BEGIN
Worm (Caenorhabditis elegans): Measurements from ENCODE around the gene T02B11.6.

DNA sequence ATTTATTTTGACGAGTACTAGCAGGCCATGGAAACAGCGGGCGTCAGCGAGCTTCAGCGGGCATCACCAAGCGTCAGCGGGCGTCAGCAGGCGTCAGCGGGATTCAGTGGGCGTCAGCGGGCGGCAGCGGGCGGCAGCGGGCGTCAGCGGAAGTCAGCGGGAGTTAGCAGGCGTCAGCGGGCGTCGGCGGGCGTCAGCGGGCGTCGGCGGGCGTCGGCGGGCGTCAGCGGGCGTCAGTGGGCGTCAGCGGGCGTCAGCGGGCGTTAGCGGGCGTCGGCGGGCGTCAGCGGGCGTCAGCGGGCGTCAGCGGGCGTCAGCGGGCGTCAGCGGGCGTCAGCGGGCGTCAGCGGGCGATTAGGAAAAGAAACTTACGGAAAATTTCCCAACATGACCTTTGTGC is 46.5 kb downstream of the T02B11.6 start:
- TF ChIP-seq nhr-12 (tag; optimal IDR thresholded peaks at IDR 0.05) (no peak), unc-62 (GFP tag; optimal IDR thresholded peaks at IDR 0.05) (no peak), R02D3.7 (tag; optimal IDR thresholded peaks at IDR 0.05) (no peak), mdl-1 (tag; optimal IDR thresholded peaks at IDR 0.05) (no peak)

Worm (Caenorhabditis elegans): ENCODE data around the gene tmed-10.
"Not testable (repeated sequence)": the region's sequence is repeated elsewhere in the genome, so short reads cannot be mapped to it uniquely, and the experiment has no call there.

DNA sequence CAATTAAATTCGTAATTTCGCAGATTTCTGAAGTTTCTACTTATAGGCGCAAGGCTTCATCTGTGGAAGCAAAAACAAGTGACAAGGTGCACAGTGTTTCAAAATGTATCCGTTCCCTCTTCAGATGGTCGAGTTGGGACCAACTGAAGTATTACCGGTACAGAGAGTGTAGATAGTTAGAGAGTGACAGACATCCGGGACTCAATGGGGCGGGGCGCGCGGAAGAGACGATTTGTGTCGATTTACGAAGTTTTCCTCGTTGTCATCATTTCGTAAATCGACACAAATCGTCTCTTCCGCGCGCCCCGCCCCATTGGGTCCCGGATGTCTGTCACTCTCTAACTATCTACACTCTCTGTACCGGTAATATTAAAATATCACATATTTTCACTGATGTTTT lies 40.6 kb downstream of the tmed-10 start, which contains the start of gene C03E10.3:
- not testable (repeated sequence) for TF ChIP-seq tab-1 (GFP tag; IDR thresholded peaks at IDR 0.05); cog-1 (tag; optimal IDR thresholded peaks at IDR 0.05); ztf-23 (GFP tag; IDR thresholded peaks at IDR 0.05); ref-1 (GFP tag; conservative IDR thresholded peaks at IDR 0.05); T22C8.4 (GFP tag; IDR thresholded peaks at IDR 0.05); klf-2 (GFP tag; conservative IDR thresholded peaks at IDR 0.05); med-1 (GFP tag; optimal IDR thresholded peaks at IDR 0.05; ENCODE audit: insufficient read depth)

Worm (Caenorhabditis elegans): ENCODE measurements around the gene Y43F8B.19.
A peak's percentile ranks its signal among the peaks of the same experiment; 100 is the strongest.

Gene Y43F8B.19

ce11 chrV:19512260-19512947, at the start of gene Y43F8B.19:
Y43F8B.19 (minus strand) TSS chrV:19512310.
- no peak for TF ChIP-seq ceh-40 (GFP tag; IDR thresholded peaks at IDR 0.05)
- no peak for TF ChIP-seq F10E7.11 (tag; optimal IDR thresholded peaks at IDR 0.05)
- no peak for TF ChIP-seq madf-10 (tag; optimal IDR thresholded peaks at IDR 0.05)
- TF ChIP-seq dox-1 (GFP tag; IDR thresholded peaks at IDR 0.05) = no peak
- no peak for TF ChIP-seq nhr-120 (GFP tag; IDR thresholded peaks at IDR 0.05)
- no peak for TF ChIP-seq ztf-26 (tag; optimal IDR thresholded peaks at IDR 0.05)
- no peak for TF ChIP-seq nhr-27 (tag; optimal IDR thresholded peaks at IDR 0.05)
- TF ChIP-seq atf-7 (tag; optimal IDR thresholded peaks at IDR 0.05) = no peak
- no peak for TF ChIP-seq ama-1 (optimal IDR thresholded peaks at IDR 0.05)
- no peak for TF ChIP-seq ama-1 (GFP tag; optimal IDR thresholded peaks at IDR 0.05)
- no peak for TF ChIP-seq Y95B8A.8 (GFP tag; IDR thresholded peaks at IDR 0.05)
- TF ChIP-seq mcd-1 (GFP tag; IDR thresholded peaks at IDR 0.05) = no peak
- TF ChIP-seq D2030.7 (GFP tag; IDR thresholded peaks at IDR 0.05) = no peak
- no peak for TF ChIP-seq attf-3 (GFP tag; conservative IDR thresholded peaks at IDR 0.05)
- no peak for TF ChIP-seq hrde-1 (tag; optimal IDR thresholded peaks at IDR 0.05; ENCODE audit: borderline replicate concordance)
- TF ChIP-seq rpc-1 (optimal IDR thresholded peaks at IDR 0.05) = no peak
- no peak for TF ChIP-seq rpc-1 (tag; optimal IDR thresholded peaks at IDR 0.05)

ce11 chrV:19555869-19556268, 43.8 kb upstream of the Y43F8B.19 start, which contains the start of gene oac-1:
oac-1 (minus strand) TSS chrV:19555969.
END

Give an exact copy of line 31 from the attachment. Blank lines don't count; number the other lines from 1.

oac-1 (minus strand) TSS chrV:19555969.